Rapanea melanophloeos

Family: Myrsinaceae
Common names: English: Cape Beech  Afrikaans: Boekenhout  Xhosa: isiQwane sehlati
SA Tree No: 578

This is an evergreen tree that can reach heights of  4 – 18m high.   The Xhosa name isiQwane sehlati, which means ‘Protea of the forest’, and describes the protea-like cluster of the leathery leaves at the end of the branches.  There is a young Cape Beech tree growing in the tree corpse closest to the Indigenous Gardens in Steenbok Nature Reserve. 

The Cape Beech is not related to the European Beech, but earned this name because the grain of its wood looks similar to that of the European Beech.  The flowers attract bees and flies, and the fruit is eaten by birds.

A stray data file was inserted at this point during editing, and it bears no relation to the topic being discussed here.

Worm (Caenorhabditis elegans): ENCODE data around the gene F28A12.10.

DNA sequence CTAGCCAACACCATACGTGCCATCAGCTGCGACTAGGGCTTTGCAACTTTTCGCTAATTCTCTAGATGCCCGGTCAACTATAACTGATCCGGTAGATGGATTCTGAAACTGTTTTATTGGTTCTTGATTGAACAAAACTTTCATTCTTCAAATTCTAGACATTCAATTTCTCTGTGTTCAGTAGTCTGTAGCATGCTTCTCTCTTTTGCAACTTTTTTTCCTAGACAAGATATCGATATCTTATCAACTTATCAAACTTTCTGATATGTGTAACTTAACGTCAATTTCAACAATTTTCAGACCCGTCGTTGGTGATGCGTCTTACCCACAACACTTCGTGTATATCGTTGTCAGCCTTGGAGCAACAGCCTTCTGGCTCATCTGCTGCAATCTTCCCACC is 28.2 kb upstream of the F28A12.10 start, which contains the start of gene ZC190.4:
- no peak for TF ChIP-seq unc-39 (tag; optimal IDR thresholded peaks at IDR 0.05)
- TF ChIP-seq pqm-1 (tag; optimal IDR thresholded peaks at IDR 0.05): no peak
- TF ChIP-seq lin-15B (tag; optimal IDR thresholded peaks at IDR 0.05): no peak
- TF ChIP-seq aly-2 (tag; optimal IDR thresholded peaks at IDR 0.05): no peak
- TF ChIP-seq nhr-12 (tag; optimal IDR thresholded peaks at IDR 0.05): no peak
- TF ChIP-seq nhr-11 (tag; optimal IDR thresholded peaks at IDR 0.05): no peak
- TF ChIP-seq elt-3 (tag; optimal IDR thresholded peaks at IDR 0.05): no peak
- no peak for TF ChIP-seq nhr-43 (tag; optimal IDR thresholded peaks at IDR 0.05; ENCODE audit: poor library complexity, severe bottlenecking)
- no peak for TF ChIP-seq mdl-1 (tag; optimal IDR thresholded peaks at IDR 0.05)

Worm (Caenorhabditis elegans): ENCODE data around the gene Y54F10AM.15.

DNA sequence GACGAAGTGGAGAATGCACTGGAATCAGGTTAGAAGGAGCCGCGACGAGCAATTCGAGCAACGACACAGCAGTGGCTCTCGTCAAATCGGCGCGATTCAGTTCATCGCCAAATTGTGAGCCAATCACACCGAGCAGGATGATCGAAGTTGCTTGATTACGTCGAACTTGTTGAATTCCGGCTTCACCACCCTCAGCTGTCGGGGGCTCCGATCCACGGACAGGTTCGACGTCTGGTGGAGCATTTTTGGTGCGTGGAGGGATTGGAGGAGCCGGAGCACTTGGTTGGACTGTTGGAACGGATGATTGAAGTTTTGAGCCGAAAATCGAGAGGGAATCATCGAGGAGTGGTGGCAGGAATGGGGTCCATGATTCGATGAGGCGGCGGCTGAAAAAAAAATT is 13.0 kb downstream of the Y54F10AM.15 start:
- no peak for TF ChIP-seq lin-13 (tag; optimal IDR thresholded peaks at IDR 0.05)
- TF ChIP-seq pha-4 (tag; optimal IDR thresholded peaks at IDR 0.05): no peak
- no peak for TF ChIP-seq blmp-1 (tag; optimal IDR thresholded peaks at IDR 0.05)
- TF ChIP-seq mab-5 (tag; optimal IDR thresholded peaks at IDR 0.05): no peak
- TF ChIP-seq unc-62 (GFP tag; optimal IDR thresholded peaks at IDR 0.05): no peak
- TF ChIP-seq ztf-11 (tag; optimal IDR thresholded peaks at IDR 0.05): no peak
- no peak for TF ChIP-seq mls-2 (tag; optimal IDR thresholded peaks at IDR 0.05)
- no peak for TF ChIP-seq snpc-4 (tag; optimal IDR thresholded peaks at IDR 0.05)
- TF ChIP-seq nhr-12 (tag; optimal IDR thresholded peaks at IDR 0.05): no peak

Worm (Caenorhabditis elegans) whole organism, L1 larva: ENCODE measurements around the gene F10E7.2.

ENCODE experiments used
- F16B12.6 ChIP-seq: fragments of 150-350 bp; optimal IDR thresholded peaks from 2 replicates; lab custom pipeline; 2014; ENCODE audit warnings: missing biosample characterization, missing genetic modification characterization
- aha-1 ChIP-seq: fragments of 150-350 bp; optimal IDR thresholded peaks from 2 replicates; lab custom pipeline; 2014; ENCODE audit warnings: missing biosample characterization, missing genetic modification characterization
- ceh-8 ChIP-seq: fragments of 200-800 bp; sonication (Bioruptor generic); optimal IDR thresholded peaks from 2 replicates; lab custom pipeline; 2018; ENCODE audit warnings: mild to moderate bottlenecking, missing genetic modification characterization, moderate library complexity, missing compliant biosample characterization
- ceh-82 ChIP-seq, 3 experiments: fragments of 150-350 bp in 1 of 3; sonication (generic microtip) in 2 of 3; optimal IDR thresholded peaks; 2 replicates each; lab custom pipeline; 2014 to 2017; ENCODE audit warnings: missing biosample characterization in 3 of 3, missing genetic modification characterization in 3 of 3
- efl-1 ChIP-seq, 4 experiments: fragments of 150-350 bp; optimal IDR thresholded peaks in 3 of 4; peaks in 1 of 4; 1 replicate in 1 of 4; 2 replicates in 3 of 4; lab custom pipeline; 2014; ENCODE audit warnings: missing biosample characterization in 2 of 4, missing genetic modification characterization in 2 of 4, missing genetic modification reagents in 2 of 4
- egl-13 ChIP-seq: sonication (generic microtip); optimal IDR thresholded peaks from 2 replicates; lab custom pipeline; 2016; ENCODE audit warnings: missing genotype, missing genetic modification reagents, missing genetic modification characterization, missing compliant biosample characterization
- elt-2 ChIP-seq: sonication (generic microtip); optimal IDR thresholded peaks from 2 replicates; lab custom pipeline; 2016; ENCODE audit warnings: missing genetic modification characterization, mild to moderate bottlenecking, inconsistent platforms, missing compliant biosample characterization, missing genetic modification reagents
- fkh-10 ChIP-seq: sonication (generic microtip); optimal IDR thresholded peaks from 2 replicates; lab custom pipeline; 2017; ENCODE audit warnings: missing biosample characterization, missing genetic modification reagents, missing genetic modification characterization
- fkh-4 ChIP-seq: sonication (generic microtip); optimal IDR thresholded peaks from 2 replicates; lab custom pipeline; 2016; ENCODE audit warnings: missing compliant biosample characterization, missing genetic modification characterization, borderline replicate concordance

The mature leaves are leathery and dull, dark green, paler below. They are simple, oblong-lanceolate, about 100 mm long, have reddish leaf stalks are and clustered mainly at the end of the branches. When young, leaves are pale green and maroon.

It is surmised that the name Rapanea is derived from the Guinean name. The specific name melanophloeos can be interpreted as ‘dark bark’, but this is only the case in older specimens.

Small, whitish or creamy yellow clusters of flowers appear on the branchlets in winter, spring and early summer (June to December).

Thinly fleshed and spherical in shape, green when young and purple when mature